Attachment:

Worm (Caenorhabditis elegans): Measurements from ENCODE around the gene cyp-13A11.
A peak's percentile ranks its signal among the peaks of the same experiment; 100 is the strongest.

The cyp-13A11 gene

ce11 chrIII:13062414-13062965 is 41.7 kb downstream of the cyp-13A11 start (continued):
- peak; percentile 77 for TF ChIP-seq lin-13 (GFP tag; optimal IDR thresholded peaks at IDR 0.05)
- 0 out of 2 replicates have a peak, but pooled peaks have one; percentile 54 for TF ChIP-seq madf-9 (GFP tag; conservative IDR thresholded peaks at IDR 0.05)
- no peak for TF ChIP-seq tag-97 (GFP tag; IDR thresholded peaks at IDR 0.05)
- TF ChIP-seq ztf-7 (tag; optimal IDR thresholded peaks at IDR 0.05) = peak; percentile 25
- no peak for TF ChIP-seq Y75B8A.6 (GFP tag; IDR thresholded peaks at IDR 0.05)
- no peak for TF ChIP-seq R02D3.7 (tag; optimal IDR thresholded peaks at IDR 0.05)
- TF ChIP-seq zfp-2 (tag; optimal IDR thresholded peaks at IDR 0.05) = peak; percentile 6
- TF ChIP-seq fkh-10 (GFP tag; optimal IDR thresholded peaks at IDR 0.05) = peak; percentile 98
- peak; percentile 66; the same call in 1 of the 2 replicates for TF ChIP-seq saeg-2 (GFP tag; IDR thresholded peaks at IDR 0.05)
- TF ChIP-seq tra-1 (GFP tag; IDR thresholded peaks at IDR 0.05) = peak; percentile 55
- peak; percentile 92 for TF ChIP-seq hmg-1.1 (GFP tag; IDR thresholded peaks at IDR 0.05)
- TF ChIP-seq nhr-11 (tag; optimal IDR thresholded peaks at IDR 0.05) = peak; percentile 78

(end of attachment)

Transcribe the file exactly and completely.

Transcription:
Worm (Caenorhabditis elegans): Measurements from ENCODE around the gene cyp-13A11.
A peak's percentile ranks its signal among the peaks of the same experiment; 100 is the strongest.

The cyp-13A11 gene

ce11 chrIII:13062414-13062965 is 41.7 kb downstream of the cyp-13A11 start (continued):
- peak; percentile 77 for TF ChIP-seq lin-13 (GFP tag; optimal IDR thresholded peaks at IDR 0.05)
- 0 out of 2 replicates have a peak, but pooled peaks have one; percentile 54 for TF ChIP-seq madf-9 (GFP tag; conservative IDR thresholded peaks at IDR 0.05)
- no peak for TF ChIP-seq tag-97 (GFP tag; IDR thresholded peaks at IDR 0.05)
- TF ChIP-seq ztf-7 (tag; optimal IDR thresholded peaks at IDR 0.05) = peak; percentile 25
- no peak for TF ChIP-seq Y75B8A.6 (GFP tag; IDR thresholded peaks at IDR 0.05)
- no peak for TF ChIP-seq R02D3.7 (tag; optimal IDR thresholded peaks at IDR 0.05)
- TF ChIP-seq zfp-2 (tag; optimal IDR thresholded peaks at IDR 0.05) = peak; percentile 6
- TF ChIP-seq fkh-10 (GFP tag; optimal IDR thresholded peaks at IDR 0.05) = peak; percentile 98
- peak; percentile 66; the same call in 1 of the 2 replicates for TF ChIP-seq saeg-2 (GFP tag; IDR thresholded peaks at IDR 0.05)
- TF ChIP-seq tra-1 (GFP tag; IDR thresholded peaks at IDR 0.05) = peak; percentile 55
- peak; percentile 92 for TF ChIP-seq hmg-1.1 (GFP tag; IDR thresholded peaks at IDR 0.05)
- TF ChIP-seq nhr-11 (tag; optimal IDR thresholded peaks at IDR 0.05) = peak; percentile 78